1. Libby Hill says:

    Beautifully explained!

  2. Abbie Dias says:

    Yet another thought provoking article Michael. Finding the key to unlocking, supporting and stimulating children’s full language potential is a challenge many face, especially in a technological world where screens and background noise are the norm.

  3. Clare S says:

    Thanks Michael. I will use the definitions paragraph to give to settings where they encounter quiet children to introduce the differences. Could you develop it with live examples of each – ‘shy’, ‘introvert’ and ‘selective mute’ please?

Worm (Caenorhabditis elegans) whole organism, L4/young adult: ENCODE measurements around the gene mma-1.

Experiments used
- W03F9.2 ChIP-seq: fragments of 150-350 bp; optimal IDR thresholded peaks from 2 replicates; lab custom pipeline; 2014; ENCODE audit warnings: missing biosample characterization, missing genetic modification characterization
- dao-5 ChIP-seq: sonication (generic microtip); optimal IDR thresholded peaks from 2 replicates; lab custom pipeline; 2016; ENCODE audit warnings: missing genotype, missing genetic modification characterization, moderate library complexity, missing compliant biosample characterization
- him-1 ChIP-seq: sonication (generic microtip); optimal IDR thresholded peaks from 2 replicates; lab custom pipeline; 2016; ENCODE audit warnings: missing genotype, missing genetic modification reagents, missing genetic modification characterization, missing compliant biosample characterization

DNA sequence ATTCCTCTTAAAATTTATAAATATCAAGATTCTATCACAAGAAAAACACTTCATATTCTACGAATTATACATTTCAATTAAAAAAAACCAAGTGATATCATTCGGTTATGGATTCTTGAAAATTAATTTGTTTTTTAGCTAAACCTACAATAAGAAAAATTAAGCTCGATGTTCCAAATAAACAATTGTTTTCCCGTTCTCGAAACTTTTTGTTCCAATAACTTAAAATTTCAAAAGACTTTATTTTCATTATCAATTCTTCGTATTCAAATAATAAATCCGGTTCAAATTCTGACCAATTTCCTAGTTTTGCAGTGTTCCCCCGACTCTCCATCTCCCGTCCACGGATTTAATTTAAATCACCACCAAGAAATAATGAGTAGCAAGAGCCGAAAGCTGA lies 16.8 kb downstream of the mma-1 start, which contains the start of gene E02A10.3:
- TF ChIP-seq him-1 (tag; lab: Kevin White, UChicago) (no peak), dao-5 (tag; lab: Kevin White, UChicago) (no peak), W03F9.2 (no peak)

4. Michael Jones says:

    Hello Libby, Clare and Abby
    Thank you for your feedback. Abby I share your concern about children and technology. It has its place, but I’m not sure of its value with very young children. My next blog is about a project we have been doing with young children using wooden blocks and natural materials. It is surprising how excited they can be about some sucks, stones and a piece of fleece! It is also very reassuring to see that the Forest Schools are being so successful.
    Chapel Street Nursery in Luton have been developing some of my ideas, using wooden blocks and stones to develop stories and early writing. I hope to writing a full report on this soon.
    Clare, I will be very happy to write you some ‘pen portraits’ of children with various issues with quietness. Watch this space!